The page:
Tuesday, October 11, 2011
Hood Canal Recovery Project Impeded by Harvest
Tarboo Creek, a tributary of the Hood Canal's Dabob bay, has been the subject of substantial restoration investment with more than 20 million dollars spent to protect and restore habitat in the creek and estuary. Given these investments and the relatively good quality of habitat in Tarboo Creek wild coho and chum should be thriving in the watershed. Unfortunately, short sighted harvest has taken a toll on Tarboo Creek salmon. During fall, when Coho are staging to enter the creek, they school en mass in Dabob Bay. With tribal fisheries targeting large numbers of hatchery fish in the area and a fishing boundary that allows fishing in the estuary of Tarboo Creek, wild coho have been decimated in recent years while staging off the mouth of the creek.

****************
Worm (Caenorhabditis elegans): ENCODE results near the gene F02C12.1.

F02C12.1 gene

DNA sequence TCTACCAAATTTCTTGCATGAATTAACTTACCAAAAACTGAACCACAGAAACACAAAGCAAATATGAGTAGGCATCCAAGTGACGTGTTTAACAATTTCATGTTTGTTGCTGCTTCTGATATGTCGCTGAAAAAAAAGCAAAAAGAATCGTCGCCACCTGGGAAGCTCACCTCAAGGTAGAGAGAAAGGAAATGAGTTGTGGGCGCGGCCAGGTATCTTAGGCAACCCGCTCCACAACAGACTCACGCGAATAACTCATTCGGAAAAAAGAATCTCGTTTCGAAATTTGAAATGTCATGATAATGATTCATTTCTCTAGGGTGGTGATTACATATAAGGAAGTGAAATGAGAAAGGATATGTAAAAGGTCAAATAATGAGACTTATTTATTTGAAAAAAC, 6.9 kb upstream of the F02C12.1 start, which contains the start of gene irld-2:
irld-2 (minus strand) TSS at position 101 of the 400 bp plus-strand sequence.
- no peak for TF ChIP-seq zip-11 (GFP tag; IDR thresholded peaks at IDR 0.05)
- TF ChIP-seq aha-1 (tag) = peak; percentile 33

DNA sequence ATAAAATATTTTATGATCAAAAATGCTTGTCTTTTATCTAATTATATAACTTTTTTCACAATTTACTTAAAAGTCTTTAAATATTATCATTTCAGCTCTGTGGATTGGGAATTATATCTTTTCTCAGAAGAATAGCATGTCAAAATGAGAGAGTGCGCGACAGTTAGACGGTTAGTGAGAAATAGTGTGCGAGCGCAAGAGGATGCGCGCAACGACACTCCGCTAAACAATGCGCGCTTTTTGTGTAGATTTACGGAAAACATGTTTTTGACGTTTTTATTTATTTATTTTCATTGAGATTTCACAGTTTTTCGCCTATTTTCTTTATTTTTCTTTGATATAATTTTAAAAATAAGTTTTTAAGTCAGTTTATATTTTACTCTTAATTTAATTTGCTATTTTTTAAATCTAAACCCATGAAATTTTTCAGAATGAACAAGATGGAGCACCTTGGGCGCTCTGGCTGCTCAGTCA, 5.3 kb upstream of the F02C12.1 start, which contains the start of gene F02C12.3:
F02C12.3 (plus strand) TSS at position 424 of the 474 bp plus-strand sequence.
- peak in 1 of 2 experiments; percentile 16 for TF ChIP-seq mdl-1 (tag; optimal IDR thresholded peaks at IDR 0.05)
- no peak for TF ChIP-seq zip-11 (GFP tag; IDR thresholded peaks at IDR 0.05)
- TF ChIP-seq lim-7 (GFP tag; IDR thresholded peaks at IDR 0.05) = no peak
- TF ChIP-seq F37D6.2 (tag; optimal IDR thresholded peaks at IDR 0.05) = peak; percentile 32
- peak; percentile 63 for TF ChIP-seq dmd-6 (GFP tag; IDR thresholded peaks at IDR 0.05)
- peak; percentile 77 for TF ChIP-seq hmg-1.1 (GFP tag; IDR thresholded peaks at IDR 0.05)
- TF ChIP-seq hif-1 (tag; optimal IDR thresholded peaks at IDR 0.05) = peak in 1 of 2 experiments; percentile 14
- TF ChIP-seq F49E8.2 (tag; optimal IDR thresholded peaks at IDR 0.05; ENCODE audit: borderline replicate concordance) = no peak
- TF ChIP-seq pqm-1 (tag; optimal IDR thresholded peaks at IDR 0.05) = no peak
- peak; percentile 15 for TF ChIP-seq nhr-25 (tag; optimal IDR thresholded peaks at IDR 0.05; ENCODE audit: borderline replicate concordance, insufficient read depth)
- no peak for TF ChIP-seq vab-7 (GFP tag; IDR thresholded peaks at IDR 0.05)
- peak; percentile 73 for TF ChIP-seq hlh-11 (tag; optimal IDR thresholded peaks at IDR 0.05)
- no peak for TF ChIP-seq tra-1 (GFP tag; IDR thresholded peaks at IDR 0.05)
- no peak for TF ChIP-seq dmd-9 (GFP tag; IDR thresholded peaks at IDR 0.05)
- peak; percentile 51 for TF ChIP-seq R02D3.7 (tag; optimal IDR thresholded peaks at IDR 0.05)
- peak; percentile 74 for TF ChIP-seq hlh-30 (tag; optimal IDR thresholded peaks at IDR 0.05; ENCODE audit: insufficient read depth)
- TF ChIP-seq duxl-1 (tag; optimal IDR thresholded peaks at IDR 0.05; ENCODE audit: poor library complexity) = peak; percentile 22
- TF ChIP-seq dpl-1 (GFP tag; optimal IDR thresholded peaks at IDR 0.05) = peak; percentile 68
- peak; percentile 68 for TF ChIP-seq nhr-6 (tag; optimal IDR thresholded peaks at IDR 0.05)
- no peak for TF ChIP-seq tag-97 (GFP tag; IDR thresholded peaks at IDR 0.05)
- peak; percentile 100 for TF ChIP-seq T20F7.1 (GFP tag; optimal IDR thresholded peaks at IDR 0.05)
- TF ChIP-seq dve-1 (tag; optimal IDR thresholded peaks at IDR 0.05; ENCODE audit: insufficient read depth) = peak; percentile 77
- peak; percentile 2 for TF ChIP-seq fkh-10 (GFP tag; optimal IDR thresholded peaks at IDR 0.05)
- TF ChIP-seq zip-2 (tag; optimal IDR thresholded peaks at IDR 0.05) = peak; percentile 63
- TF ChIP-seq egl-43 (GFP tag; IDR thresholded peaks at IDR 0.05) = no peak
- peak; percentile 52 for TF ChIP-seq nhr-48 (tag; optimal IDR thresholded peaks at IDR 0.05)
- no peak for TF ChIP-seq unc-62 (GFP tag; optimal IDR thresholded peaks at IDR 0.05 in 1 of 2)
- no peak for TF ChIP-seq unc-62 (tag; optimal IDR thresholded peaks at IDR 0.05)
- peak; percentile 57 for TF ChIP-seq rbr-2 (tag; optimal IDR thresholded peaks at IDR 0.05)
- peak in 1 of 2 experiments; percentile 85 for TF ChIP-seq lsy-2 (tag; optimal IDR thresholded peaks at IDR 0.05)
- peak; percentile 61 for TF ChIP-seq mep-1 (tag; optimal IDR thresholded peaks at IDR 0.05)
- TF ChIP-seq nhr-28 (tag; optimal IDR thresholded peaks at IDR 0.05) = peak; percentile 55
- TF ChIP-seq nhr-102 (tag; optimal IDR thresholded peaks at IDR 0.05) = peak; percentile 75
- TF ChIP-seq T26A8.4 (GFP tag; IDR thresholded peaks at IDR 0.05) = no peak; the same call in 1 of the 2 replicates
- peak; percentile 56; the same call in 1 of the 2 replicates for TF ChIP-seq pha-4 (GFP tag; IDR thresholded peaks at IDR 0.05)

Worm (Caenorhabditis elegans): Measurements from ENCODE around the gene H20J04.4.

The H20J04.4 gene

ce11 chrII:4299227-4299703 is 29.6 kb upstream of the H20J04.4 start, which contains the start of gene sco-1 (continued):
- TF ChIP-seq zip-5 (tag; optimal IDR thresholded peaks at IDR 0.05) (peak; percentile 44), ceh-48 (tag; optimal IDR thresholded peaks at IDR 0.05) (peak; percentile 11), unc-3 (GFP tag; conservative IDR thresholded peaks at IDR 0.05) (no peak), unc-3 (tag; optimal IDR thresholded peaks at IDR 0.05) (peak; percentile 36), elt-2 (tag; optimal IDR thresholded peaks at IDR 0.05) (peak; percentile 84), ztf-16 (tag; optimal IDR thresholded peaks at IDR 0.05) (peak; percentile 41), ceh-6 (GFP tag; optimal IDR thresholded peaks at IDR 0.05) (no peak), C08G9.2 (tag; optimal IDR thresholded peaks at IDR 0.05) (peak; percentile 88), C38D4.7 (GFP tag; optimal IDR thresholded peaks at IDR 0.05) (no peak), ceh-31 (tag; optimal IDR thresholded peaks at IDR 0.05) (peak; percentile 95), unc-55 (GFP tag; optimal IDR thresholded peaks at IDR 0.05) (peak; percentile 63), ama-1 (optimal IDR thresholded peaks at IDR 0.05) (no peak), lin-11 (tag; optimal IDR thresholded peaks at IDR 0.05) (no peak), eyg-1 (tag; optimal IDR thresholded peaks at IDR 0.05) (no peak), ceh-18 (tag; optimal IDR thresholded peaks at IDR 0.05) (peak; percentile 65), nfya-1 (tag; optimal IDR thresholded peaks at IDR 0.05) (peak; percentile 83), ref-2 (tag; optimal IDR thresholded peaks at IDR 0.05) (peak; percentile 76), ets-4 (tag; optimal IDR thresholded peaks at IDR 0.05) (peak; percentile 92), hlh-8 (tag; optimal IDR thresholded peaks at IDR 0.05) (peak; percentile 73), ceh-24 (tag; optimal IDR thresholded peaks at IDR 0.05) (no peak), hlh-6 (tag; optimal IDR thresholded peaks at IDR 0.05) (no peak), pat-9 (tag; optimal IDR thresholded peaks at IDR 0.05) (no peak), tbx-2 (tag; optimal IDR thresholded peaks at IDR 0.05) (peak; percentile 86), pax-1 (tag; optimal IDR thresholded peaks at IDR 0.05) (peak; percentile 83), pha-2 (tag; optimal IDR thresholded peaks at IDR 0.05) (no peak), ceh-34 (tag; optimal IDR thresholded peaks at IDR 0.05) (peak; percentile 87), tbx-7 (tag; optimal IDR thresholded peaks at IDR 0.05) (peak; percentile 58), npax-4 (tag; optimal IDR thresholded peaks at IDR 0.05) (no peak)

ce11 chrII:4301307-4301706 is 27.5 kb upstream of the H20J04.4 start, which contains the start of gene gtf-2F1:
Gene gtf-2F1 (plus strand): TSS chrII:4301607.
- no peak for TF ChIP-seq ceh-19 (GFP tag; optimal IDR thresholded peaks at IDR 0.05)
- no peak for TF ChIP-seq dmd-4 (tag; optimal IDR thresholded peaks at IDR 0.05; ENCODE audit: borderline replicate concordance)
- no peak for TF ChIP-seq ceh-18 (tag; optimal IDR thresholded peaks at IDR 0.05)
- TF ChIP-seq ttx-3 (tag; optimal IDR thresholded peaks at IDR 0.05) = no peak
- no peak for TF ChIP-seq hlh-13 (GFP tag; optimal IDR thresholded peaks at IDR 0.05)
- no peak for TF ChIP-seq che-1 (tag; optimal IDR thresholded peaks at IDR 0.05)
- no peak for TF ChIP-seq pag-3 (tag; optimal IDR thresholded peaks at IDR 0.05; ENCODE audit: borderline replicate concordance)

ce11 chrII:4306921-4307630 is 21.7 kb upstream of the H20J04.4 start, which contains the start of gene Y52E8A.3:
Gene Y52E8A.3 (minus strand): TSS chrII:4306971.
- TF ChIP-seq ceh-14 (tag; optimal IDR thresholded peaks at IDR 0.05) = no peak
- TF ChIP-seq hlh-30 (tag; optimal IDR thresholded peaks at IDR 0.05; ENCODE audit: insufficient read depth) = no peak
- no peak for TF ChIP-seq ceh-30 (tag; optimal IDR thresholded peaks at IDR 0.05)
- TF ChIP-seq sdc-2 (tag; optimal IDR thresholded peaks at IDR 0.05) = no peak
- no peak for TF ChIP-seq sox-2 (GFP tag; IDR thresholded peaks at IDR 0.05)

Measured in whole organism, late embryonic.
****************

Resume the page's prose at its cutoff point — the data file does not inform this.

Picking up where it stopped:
This year, citing concerns over extremely high harvest rates on wild coho returning to Tarboo Creek, WDFW proposed extending the fishing boundary out from the mouth of the creek. The plan which would have protected wild fish returning to Tarboo Creek while still allowing fishing in much of Dabob Bay was approved by other local tribes but rejected by the Skokomish.
More information in the Kitsap Sun:
and a write up by Doug Rose: